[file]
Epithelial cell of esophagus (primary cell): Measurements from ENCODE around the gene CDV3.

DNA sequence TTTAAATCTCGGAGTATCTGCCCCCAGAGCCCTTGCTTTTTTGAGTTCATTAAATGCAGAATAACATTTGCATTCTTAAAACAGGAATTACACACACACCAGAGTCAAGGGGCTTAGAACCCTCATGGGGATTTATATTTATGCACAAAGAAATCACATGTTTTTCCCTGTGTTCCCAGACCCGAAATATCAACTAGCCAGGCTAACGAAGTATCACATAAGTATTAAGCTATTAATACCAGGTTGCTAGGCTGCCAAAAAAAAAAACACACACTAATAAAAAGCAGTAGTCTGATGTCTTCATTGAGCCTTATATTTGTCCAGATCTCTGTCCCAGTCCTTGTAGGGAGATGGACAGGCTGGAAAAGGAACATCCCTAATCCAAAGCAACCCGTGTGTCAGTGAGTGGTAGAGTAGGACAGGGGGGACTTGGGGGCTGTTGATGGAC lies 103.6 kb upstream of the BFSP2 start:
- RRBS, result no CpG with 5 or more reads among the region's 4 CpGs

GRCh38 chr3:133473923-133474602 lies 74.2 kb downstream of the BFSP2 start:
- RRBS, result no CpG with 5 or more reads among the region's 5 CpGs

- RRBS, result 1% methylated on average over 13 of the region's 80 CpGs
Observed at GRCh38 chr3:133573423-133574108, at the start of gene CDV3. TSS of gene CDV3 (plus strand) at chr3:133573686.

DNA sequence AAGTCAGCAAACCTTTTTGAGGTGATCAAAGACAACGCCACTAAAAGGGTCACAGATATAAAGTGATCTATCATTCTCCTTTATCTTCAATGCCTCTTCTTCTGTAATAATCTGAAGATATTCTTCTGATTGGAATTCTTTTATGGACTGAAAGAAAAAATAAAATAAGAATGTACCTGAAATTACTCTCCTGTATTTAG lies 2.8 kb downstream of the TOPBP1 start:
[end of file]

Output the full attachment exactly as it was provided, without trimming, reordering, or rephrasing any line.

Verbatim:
Epithelial cell of esophagus (primary cell): Measurements from ENCODE around the gene CDV3.

DNA sequence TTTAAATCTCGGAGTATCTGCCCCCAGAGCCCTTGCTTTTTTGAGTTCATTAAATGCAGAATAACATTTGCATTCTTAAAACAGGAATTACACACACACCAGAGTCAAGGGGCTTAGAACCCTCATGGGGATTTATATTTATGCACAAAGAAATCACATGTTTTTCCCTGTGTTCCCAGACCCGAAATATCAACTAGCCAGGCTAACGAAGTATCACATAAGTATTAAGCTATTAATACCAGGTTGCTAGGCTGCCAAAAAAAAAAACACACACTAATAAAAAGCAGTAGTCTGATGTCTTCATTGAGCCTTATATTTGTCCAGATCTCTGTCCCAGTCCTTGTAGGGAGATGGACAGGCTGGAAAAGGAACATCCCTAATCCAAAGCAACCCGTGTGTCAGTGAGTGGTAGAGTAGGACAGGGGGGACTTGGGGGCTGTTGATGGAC lies 103.6 kb upstream of the BFSP2 start:
- RRBS, result no CpG with 5 or more reads among the region's 4 CpGs

GRCh38 chr3:133473923-133474602 lies 74.2 kb downstream of the BFSP2 start:
- RRBS, result no CpG with 5 or more reads among the region's 5 CpGs

- RRBS, result 1% methylated on average over 13 of the region's 80 CpGs
Observed at GRCh38 chr3:133573423-133574108, at the start of gene CDV3. TSS of gene CDV3 (plus strand) at chr3:133573686.

DNA sequence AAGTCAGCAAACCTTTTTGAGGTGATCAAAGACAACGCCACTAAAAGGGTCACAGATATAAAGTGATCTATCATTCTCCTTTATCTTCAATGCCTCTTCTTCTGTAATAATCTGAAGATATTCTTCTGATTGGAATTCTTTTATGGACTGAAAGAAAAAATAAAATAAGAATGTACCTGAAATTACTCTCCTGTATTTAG lies 2.8 kb downstream of the TOPBP1 start: